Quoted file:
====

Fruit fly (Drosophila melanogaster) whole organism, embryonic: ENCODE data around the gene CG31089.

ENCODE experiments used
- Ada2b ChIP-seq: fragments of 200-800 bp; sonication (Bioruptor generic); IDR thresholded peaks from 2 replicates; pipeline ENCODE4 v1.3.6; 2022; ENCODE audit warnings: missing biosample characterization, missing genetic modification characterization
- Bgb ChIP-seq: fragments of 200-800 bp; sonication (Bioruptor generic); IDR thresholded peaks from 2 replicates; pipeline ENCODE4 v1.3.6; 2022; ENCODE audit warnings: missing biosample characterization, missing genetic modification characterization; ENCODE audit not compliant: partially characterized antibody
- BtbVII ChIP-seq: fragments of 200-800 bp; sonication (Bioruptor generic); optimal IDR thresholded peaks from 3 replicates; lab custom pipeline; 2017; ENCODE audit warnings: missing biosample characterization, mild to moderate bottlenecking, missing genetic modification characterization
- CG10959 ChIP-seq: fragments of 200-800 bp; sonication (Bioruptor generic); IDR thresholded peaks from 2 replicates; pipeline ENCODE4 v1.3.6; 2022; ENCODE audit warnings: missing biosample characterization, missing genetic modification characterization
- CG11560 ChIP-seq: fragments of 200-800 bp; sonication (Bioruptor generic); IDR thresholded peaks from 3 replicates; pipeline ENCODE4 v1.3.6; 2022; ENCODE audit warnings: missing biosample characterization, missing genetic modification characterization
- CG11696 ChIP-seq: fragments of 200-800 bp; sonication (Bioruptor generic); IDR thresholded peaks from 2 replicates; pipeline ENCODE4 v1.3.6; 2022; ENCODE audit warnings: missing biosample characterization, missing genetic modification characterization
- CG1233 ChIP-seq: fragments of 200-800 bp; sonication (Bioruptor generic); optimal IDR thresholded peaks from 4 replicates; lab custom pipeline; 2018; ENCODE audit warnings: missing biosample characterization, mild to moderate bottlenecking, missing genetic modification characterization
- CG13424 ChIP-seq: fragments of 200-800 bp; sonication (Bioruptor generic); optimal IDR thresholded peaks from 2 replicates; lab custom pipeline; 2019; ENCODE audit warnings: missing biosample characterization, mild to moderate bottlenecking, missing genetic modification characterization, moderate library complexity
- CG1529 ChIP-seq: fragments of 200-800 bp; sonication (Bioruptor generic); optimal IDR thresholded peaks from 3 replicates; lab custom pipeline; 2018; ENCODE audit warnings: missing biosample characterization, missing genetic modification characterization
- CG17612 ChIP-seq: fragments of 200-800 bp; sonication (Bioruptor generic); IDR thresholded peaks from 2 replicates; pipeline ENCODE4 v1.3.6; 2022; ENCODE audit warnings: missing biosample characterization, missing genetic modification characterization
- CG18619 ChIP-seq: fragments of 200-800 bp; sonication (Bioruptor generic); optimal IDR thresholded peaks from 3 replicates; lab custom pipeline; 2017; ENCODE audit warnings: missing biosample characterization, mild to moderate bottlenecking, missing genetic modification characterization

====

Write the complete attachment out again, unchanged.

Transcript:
Fruit fly (Drosophila melanogaster) whole organism, embryonic: ENCODE data around the gene CG31089.

ENCODE experiments used
- Ada2b ChIP-seq: fragments of 200-800 bp; sonication (Bioruptor generic); IDR thresholded peaks from 2 replicates; pipeline ENCODE4 v1.3.6; 2022; ENCODE audit warnings: missing biosample characterization, missing genetic modification characterization
- Bgb ChIP-seq: fragments of 200-800 bp; sonication (Bioruptor generic); IDR thresholded peaks from 2 replicates; pipeline ENCODE4 v1.3.6; 2022; ENCODE audit warnings: missing biosample characterization, missing genetic modification characterization; ENCODE audit not compliant: partially characterized antibody
- BtbVII ChIP-seq: fragments of 200-800 bp; sonication (Bioruptor generic); optimal IDR thresholded peaks from 3 replicates; lab custom pipeline; 2017; ENCODE audit warnings: missing biosample characterization, mild to moderate bottlenecking, missing genetic modification characterization
- CG10959 ChIP-seq: fragments of 200-800 bp; sonication (Bioruptor generic); IDR thresholded peaks from 2 replicates; pipeline ENCODE4 v1.3.6; 2022; ENCODE audit warnings: missing biosample characterization, missing genetic modification characterization
- CG11560 ChIP-seq: fragments of 200-800 bp; sonication (Bioruptor generic); IDR thresholded peaks from 3 replicates; pipeline ENCODE4 v1.3.6; 2022; ENCODE audit warnings: missing biosample characterization, missing genetic modification characterization
- CG11696 ChIP-seq: fragments of 200-800 bp; sonication (Bioruptor generic); IDR thresholded peaks from 2 replicates; pipeline ENCODE4 v1.3.6; 2022; ENCODE audit warnings: missing biosample characterization, missing genetic modification characterization
- CG1233 ChIP-seq: fragments of 200-800 bp; sonication (Bioruptor generic); optimal IDR thresholded peaks from 4 replicates; lab custom pipeline; 2018; ENCODE audit warnings: missing biosample characterization, mild to moderate bottlenecking, missing genetic modification characterization
- CG13424 ChIP-seq: fragments of 200-800 bp; sonication (Bioruptor generic); optimal IDR thresholded peaks from 2 replicates; lab custom pipeline; 2019; ENCODE audit warnings: missing biosample characterization, mild to moderate bottlenecking, missing genetic modification characterization, moderate library complexity
- CG1529 ChIP-seq: fragments of 200-800 bp; sonication (Bioruptor generic); optimal IDR thresholded peaks from 3 replicates; lab custom pipeline; 2018; ENCODE audit warnings: missing biosample characterization, missing genetic modification characterization
- CG17612 ChIP-seq: fragments of 200-800 bp; sonication (Bioruptor generic); IDR thresholded peaks from 2 replicates; pipeline ENCODE4 v1.3.6; 2022; ENCODE audit warnings: missing biosample characterization, missing genetic modification characterization
- CG18619 ChIP-seq: fragments of 200-800 bp; sonication (Bioruptor generic); optimal IDR thresholded peaks from 3 replicates; lab custom pipeline; 2017; ENCODE audit warnings: missing biosample characterization, mild to moderate bottlenecking, missing genetic modification characterization